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How we scaled support for 4,000+ subscribers and 1,000+ monthly trials (without dedicated support personnel)

• Written by Marko Saric
Scaling customer support as a bootstrapped SaaS

We’ve grown from less than 100 subscribers to more than 4,000 subscribers since April 2020. With all this success also comes a growing volume of support requests.

We recently started onboarding a new team member to help us with customer support. This is an excellent time to look at how we dealt with CS as a two-person bootstrapped startup and managed to support 4,000+ subscribers, 1,000+ trials per month and a growing open source community before looking for any help.

  1. The importance of customer support
  2. Scaling customer service without degrading the experience
  3. How we deal with customer support
  4. All the fancy tools we use for customer support
  5. Common customer questions become a priority
  6. An up-to-date and detailed documentation is a must
  7. Link prominently to the docs and make them easy to find
  8. Frequently asked questions on the contact page
  9. Teach and share knowledge through your content
  10. Don’t give people a reason to have problems with your product
  11. Be flexible in things you work on
  12. Self-hosted support should be mutual
  13. Not being able to disconnect and get some time off
  14. What other steps could we take and what could we get better at?

The importance of customer support

You cannot ignore customer service as a bootstrapped startup. Customer support experience is a significant part of the overall brand experience. Some people may decide not to go with your service if they get poor support. Some may be so annoyed they talk about it on social media and on review sites.

A fast and personal customer support experience can make people share positive stories about your brand on social media. Plausible rejects to pay Google and Facebook to do the marketing for us so we rely on word of mouth from people who enjoy our product to help us spread the message.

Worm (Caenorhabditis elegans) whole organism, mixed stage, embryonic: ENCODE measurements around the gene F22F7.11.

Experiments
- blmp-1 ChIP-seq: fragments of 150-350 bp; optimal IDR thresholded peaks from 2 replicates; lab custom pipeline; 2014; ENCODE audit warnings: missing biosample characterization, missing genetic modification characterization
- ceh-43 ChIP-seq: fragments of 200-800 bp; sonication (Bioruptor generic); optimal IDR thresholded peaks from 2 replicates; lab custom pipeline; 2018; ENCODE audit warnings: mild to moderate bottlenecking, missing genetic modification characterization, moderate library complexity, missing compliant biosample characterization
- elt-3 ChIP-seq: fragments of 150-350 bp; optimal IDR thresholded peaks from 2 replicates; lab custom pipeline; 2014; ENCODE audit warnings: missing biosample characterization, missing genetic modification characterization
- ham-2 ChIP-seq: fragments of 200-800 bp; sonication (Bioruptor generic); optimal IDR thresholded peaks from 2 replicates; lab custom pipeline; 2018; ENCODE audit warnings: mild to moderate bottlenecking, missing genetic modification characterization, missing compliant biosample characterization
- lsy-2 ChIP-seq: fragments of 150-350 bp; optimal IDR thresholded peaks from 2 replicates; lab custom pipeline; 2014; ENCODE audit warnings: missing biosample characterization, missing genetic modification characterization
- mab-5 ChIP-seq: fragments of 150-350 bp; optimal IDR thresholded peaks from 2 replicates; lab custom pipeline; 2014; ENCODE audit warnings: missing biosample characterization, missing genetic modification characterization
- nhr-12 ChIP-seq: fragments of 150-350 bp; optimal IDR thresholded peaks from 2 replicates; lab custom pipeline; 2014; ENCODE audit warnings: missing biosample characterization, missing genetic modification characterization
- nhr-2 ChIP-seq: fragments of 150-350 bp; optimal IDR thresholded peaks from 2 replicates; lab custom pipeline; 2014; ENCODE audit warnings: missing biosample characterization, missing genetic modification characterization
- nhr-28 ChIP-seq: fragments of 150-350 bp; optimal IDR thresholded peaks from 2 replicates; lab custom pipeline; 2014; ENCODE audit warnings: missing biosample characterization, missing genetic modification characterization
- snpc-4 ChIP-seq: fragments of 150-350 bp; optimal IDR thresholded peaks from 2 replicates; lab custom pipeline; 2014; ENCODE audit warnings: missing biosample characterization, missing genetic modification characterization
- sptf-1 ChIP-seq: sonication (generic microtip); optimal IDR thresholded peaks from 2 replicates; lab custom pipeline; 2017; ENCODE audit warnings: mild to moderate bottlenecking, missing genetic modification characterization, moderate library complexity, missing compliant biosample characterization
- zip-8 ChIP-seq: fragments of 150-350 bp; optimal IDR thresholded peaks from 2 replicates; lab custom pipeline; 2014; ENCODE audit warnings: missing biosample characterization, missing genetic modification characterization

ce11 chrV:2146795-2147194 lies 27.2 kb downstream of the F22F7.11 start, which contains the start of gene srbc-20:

These are the people who pay our bills and people without whom Plausible wouldn’t exist. Being able to interact with them, accommodate them and make their experience better is very crucial to us.

While at university, I had a part-time job at an online gaming company doing customer support. This was useful in giving me some real-world experience, providing some cash for my student life and taught me an important lesson.

I believe that every team member, be it a founder, a developer or a marketer should get regular experience dealing with customer service to better understand the product they’re working on and the customer they’re serving.

People that answer customer support questions understand your business the best. They hear from prospects and customers all the time. That’s their job after all.

They know what the frequently requested features are. They are familiar with the annoying bugs people complain about. They understand what competing brands people compare the product against.

This means that customer support needs to be in very close contact with the rest of the business if you want to provide an outstanding product and user-friendly experience. Luckily for us, we’re a small team so everyone does customer support regularly and there’s no disconnect between CS and the rest of the company.